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23 February, 1996
Blandsdown by night. Above, a vast expanse of stars twinkling over the last traces of snow upon the frozen fields. Within, a fire blazes in the white marble fireplace of the Crystal Ballroom. The musicians, especially hired from Brompton for the evening--for cost is no object when one hosts the fete to celebrate the knighting of the grand-nephew of Eunice, Duchess of Crabbe--subduedly tune their instruments at the end of the chamber. All is perfection.
Ah, and then the ladies enter. Young Penelope Windsor-Smythe, bedecked in the laces and frills suitable for a lass of her age and station (she is, for those of one's readers who have not yet twigged to the fact--one does not like to brag--eighty-fourth in line for the throne), appeared both sullen and downcast. "What ho!" one exclaimed. "Brighten those bonnie cheeks with a smile, one's ward, for tonight you shall be dancing with the newly beknighted Cxxlxx Bxxx!" (One was never able to decipher the name from the Duchess's letter.) The girl responded only by blowing wetly into her handkerchief.
One then turned to the Lady Felicia. Oh, but surely this rapturous creature dressed in a silk gown of a deep Kingfisher Blue was not the woman one was privileged to call wife! Not this fair lady, whose decolletage sumptuously breathed of the evening air! One's readers (a vast and no doubt envious lot) will be surprised at the confession to follow, but never in all our years of marriage had one seen the Lady Felicia look as sublime and inviting as she appeared that evening! Were she not one's wife, and therefore entitled to remain unmolested by her spouse, one would have been tempted to approach her--nay, be not shocked--very much in the way a Man approaches a Woman. But one is a gentleman. One does not act upon one's base instincts. One captures the memory so as later to relish the sight, so as later to relive every sweet sensation in the privacy of one's own chambers as one. . . .
''Master Bates," intoned the entering chambermaid. One turned angrily to box the saucy wench's ears when one perceived that she was escorting into the ballroom none other than the pony-tailed Blackguard Blacksmith of Bath! "Colin!" cried young Penelope Windsor-Smythe excitedly. With a snap of one's fingers, one instructed Magister Artium, Penelope's Latin tutor, to restrain the villain--one notes that the working class scoundrel had the impudent audacity to mock his betters by appearing in full evening dress--and lock him in a remote dumbwaiter to await his well-deserved horse-whipping when the last guest of the evening had taken his leave. Young Penelope Windsor-Smythe promptly burst into tears.
One was so pleased with one's expediency of thought that one still wore the same smug smile an hour later, while speaking with our most excellent neighbour, Eunice, Duchess of Crabbe. "We hope," she was intoning between gasps into her oxygen filter, "that you have not hired the musicians from Brompton once again. We know how notoriously cheap the Grandiose family can be. And we did not appreciate, at the last gathering here in the Crusty Ballroom--a pity it is so dingy--the Brompton quartet's raucous scratchings." One was about to correct the senile old bat, but she continued queruously. "Where is our grand-nephew? It is most unlike him to keep us waiting." The Lady Felicia and oneself made hasty assurances that we were most anxious to meet young Sir Cxxlxx. ''He is an odd lad, we find," the Duchess admitted. "Took it into his head to learn a trade. We admit we never thought young Colin would amount to much."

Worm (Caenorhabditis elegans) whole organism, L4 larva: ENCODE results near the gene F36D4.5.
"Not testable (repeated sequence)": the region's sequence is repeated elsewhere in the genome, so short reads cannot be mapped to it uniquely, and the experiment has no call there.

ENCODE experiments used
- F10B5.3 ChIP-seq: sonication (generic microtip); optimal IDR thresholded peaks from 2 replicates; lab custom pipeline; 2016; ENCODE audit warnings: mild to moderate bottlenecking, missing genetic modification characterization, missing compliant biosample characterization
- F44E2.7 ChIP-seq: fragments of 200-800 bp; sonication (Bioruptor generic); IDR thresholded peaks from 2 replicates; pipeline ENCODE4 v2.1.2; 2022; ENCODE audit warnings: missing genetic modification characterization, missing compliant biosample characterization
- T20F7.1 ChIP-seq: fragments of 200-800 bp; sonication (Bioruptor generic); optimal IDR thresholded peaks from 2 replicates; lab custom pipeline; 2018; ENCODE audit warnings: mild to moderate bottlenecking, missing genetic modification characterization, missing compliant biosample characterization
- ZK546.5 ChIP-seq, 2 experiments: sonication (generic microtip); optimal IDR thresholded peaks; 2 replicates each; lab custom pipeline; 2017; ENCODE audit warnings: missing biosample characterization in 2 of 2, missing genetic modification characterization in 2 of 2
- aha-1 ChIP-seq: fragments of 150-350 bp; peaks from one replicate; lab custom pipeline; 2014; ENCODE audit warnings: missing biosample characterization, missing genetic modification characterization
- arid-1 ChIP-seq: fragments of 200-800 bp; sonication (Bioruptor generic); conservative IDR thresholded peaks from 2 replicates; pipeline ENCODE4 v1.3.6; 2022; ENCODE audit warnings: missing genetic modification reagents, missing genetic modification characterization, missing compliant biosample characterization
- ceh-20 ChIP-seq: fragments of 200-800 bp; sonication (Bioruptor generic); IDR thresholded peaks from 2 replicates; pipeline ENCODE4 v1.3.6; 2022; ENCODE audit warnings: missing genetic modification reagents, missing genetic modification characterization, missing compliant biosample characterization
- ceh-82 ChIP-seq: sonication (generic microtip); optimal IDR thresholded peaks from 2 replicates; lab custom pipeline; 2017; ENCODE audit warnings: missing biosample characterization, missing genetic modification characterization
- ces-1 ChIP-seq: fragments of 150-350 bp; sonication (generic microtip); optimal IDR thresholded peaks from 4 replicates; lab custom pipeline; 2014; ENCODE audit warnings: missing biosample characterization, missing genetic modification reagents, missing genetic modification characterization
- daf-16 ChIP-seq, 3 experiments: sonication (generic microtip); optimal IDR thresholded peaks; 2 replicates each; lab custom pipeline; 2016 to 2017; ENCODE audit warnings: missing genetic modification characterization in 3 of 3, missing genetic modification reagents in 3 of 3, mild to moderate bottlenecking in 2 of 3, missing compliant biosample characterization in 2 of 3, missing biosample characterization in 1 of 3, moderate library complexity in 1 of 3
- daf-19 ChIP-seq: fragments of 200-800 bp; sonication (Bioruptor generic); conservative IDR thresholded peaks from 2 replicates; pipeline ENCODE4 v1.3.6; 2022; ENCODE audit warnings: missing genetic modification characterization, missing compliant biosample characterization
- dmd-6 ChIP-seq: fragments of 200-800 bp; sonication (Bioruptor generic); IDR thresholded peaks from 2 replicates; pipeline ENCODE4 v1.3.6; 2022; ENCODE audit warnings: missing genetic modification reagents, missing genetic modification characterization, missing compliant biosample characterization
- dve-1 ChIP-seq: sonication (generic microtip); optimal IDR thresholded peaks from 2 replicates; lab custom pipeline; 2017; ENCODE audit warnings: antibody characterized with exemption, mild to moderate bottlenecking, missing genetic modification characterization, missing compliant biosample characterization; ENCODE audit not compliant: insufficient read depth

"Colin?" one exclaimed.
One hastily draws a veil over the remainder of the evening. The Duchess quit the house when it was discovered--and what a shock it was to oneself!--that Magister Artium (secretly harbouring an affection for his pupil!) of his own volition had assaulted the newly knighted Sir Colin Bates and stuffed him into a remote dumbwaiter! One dismissed this vile Latin-speaking deceiver upon the spot!
Sir Colin did not deny one's stern reprimand to the shrinking tutor, for all his smouldering senses were trained upon one's ward. And did young Penelope return his interest? Indeed, the ungrateful wench did not. If anything she was most curt with the irreproachable young knight, dancing with him most coldly and refusing to speak, and then dashing off to her private chambers when the reserved dances were complete.
As for the Lady Felicia, well, one did not have the opportunity privately to inform her of one's admiration of her gown of kingfisher blue. She gaily danced the entire evening with Lord Frost of Locksley-Charmes, and exiled one from one's sleeping quarters to one's smoking room at the end of that (admittedly lengthy) evening.
And it is from that cramped chamber that one will remain, until the Lady Felicia in her infinite wisdom decides otherwise,
The Blade writes:
"Eighty-four" is such a large number, is it not? A curtailment of its enormity would certainly be advantageous to your worthy ward. Those individuals holding the lowest numbers are hard to approach, no doubt, but there remains in between a vast swath of various and sundry folk whose names and addresses are easily accessible.
For a modest fee, we would be more than happy to help Penelope along. A message given to Leonard at Bolgy's Fish 'n' Chips Haven (in South London) would certainly reach our ears. If it said, for example, "35, 24, & 76," we could guarantee results within the week.
The full extent of our help is up to you, of course. But next time you see young Penelope, think of how lovely a number in the mid-forties would suit her fine frame.
Sir Charles replies: